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What happens when we participate in community

March 31, 2010

The last few days have been some of the most interesting and rewarding days of my career thus far.  I hope you have a few minutes to read about a fantastic experience I’ve had.

Last week, as I was planning my next “What’s Happening” video, I decided to step out of the library and into the community once again to highlight a Fort Wayne event and tie it back to the library.

Our Fort Wayne Museum of Art has been closed for a while for an expansion and renovation project.  I was so excited when I drove past the building a few weeks ago to see a banner outside the building proclaiming “Three Generations of Wyeth”.  I knew immediately what this must mean–that the museum would be featuring works by N. C. Wyeth, Andrew Wyeth, and Jamie Wyeth.

"Christina's World" by Andrew Wyeth

You have no idea how completely thrilled I was at the thought of being able to view any of the Wyeths’ art up close and in person.  I fell in love with Andrew Wyeth’s work back in college, when I went to an art print sale in the student center of the University of Kentucky, and found a poster of Christina’s World which I bought for roughly $5.00.  I hung it up in its cheap, plastic cover in my dorm room and emoted regularly as I stared at the girl in the picture, certain that she felt as desperate as I did, gazing hopelessly at her home and longing for something more, surely with tears streaming down her face at her empty, empty life.  Oh the drama of early adulthood!  I was surprised when later on, in my thirties, I discovered that Christina Olson was actually a 55-year-old woman who used to drag herself along the floor and the field for apparent lack of a wheelchair.

That did not stop me though, from exploring the art of the Wyeth family.  Since I worked with children’s books for many years, I regularly shelved classics illustrated by N. C. Wyeth, like Treasure Island and Pilgrims.  I also discovered Jamie Wyeth, whose paintings are so similar to his father Andrew’s,  and whose subject matter is equally captivating.

"Winter Pig" by Jamie Wyeth

So I decided to film my “What’s Happening” video at the art museum (hoping to receive their permission, of course), talking about the exhibit, and mentioning how the library has plenty of books of Wyeth art to check out and enjoy.  I would also talk about the library’s own Jeffrey R. Krull Gallery, where art exhibits are featured year-round.

I wrote on the ACPL blog about the whole thing, too, because I was enormously excited and couldn’t control myself–I had to write about it, too!  Following a new convention for blog posting, I signed my name, title and e-mail address.

But what happened next is where this story becomes interesting.

Within a half-hour of posting on the blog, I received an e-mail from a gentleman named Peter Ralston, who told me that he was a longtime family friend of the Wyeths, and photographer, whose photographs of the Wyeths and their art had appeared in various books.  Like a good librarian should, I went to Google and typed in his name to verify his identity, and I found that not only has Mr. Ralston photographed the last two generations of the Wyeth family, but his photographs of their work has appeared in no less than forty books.  In an exchange of e-mails, he told me about his close relationship with Andrew and then he proceeded to e-mail me 24 photographs that he had taken of Andrew, Jamie, and family.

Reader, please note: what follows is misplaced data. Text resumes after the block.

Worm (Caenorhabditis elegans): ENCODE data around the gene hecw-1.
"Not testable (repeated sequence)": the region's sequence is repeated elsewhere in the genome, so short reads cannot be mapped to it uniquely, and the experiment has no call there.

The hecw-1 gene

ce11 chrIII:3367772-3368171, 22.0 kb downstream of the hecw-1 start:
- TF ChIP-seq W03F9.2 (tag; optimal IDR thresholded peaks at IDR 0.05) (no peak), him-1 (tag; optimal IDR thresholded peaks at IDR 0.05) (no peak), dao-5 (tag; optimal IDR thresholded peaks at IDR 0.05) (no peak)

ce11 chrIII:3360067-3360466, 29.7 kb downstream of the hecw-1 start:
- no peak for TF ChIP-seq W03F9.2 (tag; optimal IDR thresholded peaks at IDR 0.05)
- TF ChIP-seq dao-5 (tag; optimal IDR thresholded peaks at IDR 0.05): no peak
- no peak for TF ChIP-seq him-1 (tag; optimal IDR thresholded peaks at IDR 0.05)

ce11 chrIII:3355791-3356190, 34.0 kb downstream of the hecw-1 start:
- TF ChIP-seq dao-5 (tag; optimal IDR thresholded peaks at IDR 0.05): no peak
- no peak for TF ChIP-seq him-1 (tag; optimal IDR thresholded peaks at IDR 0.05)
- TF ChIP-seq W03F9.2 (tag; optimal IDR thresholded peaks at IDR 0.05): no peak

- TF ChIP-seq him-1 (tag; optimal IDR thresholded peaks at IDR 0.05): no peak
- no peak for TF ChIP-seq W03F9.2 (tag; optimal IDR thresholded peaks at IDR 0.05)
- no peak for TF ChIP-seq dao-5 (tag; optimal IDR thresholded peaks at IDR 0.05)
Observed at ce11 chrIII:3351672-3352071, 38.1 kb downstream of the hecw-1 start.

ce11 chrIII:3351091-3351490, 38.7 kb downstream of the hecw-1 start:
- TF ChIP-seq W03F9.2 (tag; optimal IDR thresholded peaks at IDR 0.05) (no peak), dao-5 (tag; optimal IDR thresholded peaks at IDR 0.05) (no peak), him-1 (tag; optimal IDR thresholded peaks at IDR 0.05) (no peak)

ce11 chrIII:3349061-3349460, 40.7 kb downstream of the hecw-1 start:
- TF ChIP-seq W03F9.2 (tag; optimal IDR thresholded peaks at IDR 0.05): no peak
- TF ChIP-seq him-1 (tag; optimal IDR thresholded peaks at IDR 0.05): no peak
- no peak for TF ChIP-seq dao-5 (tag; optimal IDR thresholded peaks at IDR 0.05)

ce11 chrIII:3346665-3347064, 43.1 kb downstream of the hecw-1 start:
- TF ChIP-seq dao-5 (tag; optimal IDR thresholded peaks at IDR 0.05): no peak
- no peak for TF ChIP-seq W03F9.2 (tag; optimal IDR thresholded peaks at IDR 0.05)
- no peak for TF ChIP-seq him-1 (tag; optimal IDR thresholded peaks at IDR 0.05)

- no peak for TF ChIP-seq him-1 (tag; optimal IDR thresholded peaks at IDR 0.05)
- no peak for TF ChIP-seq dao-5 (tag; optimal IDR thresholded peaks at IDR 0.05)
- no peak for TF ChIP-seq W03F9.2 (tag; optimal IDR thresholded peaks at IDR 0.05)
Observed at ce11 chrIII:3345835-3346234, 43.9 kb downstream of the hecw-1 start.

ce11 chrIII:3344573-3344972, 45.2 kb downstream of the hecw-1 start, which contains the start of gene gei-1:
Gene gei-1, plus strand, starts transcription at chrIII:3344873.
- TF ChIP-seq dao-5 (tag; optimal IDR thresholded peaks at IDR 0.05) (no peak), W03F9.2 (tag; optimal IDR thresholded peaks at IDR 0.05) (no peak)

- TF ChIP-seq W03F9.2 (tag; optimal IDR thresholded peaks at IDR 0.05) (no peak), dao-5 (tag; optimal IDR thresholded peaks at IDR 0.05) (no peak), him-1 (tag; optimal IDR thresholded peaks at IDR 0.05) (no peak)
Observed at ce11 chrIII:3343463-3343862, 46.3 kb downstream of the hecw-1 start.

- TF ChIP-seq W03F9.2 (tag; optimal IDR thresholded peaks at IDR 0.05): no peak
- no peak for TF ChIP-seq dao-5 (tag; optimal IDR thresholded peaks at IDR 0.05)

I sat at my computer Friday afternoon with tears welling up in my eyes as I gazed at these photographs of a man whom I have admired above all artists for the past 20 years.  Mr. Ralston gave me permission to use the photographs as I wished, as very small jpegs.  So I put them in the video that I made.

"The Duel on the Beach" by N. C. Wyeth

I am looking forward to visiting the exhibit next week while I’m on vacation, with my 14-year-old son, and someday making a pilgrimage up to the Farnsworth’s Wyeth Center and Brandywine River Museum and the Olson House.

If there is one lesson I’ve learned from this experience, it’s that you should follow your passion.  When we talk about what we love, the results are always good!

2 Comments leave one →
  1. Mindy Kittay permalink
    March 31, 2010 12:13 pm

    Wonderful story! I look forward to hearing about your visit and I would love to see the video.

  2. Elizabeth Gingise Sanders permalink
    March 31, 2010 1:55 pm

    Just goes to show that you never know what might be around the next corner…or behind the next e-mail !! A great story, Melissa, and I can’t wait to see your video & the exhibit !!

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